Despite the persistence of the Taliban's bloody insurgency against President Hamid Karzai's government and NATO forces, Allen, who leaves to become the alliance's supreme commander based in Europe, said: "We will be victorious."

Dunford, a Marine general like Allen who earned the nickname "Fighting Joe" for his leadership in Iraq, took command of the International Security Assistance Force (ISAF) in a ceremony at the group's headquarters in Kabul amid tight security.

Allen said victory over the insurgency led by the Taliban would "never be marked by a date, a point in time in the calendar" but insisted the effort would prevail.

"The insurgency will be defeated over time by legitimate and well-trained Afghan forces," he said.

"Afghan forces defending Afghan people and enabling the government of this country to serve its citizens -- this is victory, this is what winning looks like."

Dunford, a 35-year veteran of the US Marine Corps who has not served in Afghanistan before, said his assumption of command meant continuity not change, and insisted: "What has not changed is the inevitability of our success".

Bismillah Khan, Afghanistan's defence minister, thanked Allen for his "honest and earnest efforts" to ensure security in the war-torn country and said there had been "great progress" during his tenure.

Allen was the fourth ISAF commander under US President Barack Obama. His 19-month command was punctuated by a series of crises, from the accidental burning of Korans at a US base to images of American soldiers urinating on the bodies of Taliban fighters.

There was also controversy about Allen's own conduct after he became embroiled in the sex scandal that brought down David Petraeus, the CIA director -- and Allen's predecessor as ISAF chief.

Last month the Pentagon exonerated Allen over emails he sent to a woman tied to the Petraeus affair, which defence officials had said were potentially "inappropriate".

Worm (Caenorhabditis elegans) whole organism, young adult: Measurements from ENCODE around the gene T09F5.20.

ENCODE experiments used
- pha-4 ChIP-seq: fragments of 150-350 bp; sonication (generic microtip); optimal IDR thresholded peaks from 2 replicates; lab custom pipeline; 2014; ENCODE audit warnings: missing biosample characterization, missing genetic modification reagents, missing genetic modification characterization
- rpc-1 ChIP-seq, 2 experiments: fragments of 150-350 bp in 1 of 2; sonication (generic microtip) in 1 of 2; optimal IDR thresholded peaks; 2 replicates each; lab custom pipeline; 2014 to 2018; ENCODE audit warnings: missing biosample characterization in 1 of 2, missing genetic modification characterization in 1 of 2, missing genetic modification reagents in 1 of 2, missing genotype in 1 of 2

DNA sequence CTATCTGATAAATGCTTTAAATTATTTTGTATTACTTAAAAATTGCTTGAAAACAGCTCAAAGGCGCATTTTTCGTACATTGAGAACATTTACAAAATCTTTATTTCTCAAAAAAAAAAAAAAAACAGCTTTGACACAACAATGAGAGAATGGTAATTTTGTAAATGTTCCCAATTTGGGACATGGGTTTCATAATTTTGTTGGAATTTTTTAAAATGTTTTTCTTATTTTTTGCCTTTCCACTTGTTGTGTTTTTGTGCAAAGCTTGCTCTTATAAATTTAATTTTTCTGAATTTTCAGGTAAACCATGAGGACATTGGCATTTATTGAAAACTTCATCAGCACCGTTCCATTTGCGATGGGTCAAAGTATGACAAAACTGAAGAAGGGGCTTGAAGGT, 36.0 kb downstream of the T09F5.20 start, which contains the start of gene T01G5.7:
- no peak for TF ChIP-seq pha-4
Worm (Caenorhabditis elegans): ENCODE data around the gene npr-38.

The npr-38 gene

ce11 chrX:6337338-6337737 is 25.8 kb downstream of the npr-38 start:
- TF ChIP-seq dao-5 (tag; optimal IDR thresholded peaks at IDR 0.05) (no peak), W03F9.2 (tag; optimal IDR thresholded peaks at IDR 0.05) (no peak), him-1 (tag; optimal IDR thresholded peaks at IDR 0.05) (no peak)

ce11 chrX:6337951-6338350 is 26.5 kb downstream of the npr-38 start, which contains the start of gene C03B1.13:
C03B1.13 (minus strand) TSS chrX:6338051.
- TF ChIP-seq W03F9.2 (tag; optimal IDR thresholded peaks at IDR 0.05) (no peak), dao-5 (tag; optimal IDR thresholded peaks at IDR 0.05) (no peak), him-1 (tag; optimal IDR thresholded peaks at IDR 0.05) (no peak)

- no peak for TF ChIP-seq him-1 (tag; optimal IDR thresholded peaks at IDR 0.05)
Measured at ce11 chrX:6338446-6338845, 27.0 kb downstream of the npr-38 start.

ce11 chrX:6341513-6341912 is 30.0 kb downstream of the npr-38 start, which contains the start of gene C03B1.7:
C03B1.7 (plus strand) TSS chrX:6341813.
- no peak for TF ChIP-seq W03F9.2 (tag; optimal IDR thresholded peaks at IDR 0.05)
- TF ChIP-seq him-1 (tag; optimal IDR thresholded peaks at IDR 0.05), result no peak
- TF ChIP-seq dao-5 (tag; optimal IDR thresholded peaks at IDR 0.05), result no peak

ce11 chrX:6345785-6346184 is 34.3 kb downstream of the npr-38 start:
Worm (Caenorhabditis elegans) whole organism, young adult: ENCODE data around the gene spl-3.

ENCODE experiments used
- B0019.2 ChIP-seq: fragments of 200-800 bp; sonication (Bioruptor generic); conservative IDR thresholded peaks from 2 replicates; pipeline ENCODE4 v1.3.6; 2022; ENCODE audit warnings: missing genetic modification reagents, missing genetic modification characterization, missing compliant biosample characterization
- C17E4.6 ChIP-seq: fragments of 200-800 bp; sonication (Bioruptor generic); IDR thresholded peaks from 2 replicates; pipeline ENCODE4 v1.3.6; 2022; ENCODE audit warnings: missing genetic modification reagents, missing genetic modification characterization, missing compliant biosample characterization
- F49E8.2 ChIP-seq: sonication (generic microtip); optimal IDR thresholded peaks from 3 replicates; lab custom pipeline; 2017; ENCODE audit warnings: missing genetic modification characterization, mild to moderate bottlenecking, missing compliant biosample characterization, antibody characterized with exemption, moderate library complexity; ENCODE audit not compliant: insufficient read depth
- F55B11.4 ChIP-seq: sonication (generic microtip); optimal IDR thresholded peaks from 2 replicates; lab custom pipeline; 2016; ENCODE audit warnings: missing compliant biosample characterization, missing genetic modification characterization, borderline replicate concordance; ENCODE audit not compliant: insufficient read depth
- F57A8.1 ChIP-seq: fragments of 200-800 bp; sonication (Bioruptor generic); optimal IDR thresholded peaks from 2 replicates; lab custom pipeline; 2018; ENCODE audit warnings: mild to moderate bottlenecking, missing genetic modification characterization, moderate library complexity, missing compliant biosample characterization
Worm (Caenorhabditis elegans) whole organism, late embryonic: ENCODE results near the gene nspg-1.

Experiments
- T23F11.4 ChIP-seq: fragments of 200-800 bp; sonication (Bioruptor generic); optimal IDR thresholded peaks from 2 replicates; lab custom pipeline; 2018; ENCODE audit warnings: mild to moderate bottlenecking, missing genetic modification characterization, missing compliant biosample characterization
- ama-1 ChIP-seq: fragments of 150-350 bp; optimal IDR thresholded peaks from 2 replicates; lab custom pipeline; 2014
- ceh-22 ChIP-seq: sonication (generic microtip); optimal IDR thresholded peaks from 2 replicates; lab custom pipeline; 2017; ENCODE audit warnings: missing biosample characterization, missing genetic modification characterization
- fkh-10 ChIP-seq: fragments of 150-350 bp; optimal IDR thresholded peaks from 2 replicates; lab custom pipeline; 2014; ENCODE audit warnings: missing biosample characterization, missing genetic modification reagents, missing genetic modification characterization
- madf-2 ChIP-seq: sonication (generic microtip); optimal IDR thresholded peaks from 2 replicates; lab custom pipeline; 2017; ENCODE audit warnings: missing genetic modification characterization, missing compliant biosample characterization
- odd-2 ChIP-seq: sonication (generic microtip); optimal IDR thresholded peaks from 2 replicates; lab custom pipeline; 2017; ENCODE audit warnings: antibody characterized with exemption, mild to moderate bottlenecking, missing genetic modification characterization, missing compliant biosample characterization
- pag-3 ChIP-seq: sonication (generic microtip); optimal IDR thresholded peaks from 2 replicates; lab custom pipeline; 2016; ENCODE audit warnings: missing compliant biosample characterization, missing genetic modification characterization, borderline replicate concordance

But perhaps the most difficult aspect of Allen's time at the head of ISAF has been the surge in so-called "green on blue" insider attacks, in which Afghan security forces turn their weapons on their NATO allies.

The attacks have risen sharply in the last year, with more than 60 foreign soldiers killed in 2012, breeding mistrust between Afghan and NATO troops and threatening to derail their mission to train local forces to take over security duties.

Afghan soldiers and police are taking on responsibility for battling the militants from NATO's 100,000 troops who will leave by the end of next year -- more than a decade after a US-led invasion brought down the Taliban regime.

Waheed Mujda, an Afghan political analyst and former official in the Taliban regime, said Allen did not inspire the affection among Afghans enjoyed by Petraeus' predecessor Stanley McChrystal.

"In David Petraeus and General Allen's missions in Afghanistan, their operations and bombardment of houses were increased and night raids were also increased which led to civilian casualties," Mujda said.

It is still unclear how many troops Washington will leave behind in Afghanistan beyond 2014.

Reports last month citing the US Defense Department suggested that between 3,000 and 9,000 troops would stay to focus on preventing Al-Qaeda, which was sheltered by the 1996-2001 Taliban regime, from regaining a foothold in Afghanistan.

The number of foreign soldiers battling the Taliban-led insurgency has already fallen to 100,000 from about 150,000. Of those, 66,000 are US troops, down from a maximum of about 100,000.


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Abu Dhabi, United Arab Emirates (UPI) Feb 8, 2013